Agricultural activities occupy 70% of Mali’s workforce. More than three million Malians – a third of the population depend on cotton not just to live but to survive. Cotton is a Mali’s second major export. In the past few years the subsidies introduced in America, Europe and China have caused an overproduction of cotton causing the price of cotton to fall.
Mali has lost twice as much on the drop in cotton prices as they received in US foreign aid. This has driven more than 4% of each country¹s population into abject poverty and prompted a common African lament which goes: The more we produce, The more we export, The poorer we get! (http://www.organicconsumers.org/clothes/224subsidies.cfm)
With the recent crises in Asia and the Middle East, the need for cotton has increased. Also, in Mali, in 2011, the government has introduced incentives to boost output. Last month, Toure announced the government would purchase the fiber from growers at 225 CFA Francs (49 cents) per kilogram (2.2 pounds), compared with 185 francs last year. The state will also subsidise farming inputs including fertilizer, Toure said.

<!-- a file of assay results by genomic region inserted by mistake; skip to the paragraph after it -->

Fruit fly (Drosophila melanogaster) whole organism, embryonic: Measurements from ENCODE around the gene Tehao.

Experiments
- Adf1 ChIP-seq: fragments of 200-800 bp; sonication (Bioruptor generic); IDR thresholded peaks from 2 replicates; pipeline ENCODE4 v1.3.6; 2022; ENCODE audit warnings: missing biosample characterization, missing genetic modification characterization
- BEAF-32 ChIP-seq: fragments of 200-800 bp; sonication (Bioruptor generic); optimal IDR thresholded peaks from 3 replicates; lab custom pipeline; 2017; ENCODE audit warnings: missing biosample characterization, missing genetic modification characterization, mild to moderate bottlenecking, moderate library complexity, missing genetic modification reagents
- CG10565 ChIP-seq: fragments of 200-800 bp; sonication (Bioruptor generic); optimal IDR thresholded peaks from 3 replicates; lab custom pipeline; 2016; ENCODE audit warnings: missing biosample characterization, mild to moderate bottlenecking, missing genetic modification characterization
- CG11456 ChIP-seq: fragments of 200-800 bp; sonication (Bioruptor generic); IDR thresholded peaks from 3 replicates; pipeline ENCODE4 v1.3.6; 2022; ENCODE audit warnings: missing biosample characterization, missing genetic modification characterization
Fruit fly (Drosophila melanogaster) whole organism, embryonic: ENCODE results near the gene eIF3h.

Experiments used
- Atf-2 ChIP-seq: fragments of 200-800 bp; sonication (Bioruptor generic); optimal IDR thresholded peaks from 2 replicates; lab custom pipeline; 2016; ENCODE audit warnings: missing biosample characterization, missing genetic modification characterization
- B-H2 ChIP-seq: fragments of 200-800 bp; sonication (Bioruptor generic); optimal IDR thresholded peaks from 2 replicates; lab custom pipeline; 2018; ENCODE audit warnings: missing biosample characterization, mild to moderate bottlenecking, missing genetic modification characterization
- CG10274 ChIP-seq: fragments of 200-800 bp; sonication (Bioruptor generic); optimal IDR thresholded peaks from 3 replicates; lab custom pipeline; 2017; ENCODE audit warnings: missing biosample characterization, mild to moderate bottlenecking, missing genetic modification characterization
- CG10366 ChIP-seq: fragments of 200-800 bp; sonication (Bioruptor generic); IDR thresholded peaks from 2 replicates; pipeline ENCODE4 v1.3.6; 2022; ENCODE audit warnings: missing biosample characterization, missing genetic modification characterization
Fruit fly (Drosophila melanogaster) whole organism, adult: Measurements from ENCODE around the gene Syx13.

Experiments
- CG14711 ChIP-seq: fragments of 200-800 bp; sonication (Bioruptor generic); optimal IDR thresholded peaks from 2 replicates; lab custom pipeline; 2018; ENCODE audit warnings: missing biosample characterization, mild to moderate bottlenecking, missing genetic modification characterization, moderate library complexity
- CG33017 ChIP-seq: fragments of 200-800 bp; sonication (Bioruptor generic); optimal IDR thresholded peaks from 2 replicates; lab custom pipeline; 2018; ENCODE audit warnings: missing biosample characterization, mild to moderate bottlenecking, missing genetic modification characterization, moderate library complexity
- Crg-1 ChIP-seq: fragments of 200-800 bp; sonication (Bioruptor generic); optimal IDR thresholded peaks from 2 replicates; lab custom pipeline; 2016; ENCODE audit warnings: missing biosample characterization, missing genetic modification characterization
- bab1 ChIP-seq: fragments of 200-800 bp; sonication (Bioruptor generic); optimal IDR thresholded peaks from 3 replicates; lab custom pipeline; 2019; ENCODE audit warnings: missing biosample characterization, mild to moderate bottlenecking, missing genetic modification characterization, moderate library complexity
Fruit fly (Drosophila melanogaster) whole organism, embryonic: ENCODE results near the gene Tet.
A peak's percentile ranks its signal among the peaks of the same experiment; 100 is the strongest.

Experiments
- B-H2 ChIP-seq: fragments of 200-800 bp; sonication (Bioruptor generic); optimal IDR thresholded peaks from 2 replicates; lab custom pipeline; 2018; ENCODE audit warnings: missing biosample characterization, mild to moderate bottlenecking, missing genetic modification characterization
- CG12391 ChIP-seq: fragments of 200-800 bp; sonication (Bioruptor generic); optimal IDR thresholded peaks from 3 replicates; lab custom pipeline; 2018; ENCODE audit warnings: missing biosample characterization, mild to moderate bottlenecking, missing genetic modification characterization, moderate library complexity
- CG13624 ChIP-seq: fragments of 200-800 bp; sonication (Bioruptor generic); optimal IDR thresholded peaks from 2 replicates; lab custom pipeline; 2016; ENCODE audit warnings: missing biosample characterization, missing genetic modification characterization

On Saturday, January 31st 2011, the textile company Cotton Ginning Company (CMDT) which does the exporting of Mali cotton, reopened its doors in Ouelessebougou. This is one of the 5 cotton factories in Mali and its reopening is a great development in the hope to reduce some of the unemployment in Mali.
Yeah had the opportunity as Mayor to inaugurate the reopening. As the machinery chimed away in the background, Yeah was shown the amazing process of turning cotton picked into exportable bales of cotton. Much work goes into this process.
May opportunities for the people of Mali continue to shine in 2012. May Mali continue to show that they are aiming to get themselves out of debt and need a hand up and not a handout.